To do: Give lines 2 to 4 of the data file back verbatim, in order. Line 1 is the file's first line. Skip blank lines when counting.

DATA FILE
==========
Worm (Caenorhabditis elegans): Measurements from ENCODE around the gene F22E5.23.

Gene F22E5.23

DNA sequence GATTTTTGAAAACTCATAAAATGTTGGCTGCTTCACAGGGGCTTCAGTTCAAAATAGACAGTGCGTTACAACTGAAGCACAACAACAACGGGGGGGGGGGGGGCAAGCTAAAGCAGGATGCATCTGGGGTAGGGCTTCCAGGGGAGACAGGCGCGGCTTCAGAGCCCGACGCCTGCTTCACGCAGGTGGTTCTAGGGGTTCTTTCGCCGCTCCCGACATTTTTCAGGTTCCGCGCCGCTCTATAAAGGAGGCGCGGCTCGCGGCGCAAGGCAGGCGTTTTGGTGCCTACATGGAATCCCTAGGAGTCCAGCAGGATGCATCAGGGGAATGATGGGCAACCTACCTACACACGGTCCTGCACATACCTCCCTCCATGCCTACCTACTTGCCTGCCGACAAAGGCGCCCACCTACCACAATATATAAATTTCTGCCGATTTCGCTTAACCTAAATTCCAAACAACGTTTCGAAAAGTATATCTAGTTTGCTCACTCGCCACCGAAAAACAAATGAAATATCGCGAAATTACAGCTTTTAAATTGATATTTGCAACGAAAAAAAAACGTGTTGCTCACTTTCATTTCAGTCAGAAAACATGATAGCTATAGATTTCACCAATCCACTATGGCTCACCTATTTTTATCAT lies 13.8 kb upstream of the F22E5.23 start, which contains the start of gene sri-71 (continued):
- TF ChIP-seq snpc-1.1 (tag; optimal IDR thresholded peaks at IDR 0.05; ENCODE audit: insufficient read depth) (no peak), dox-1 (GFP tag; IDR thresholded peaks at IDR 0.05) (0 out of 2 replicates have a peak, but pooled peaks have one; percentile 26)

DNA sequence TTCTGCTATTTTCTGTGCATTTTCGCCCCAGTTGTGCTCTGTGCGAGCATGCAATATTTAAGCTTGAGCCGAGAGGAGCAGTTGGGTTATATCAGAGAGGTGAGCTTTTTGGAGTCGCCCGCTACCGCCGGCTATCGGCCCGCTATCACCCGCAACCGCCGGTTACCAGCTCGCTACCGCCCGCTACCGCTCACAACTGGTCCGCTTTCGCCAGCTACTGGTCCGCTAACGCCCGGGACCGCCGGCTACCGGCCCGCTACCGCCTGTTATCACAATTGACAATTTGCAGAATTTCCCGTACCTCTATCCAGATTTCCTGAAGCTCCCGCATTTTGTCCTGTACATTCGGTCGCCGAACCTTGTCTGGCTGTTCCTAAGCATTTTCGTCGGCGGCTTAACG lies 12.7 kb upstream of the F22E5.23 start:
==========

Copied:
Gene F22E5.23

DNA sequence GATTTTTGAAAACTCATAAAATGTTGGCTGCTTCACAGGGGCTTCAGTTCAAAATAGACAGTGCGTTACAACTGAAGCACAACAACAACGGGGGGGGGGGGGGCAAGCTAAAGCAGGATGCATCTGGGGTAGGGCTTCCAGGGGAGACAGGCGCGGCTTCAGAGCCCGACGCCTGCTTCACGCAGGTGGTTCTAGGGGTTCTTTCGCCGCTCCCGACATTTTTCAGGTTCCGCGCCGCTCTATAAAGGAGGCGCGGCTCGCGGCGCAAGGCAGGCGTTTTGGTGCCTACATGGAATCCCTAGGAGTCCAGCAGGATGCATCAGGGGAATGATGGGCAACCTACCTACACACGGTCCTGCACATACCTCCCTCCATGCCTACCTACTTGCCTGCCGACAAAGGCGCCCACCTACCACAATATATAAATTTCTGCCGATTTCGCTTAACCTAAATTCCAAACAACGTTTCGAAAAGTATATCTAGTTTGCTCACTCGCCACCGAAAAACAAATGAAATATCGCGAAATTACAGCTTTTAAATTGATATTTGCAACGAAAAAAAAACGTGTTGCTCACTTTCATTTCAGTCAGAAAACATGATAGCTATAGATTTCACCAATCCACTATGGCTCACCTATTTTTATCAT lies 13.8 kb upstream of the F22E5.23 start, which contains the start of gene sri-71 (continued):
- TF ChIP-seq snpc-1.1 (tag; optimal IDR thresholded peaks at IDR 0.05; ENCODE audit: insufficient read depth) (no peak), dox-1 (GFP tag; IDR thresholded peaks at IDR 0.05) (0 out of 2 replicates have a peak, but pooled peaks have one; percentile 26)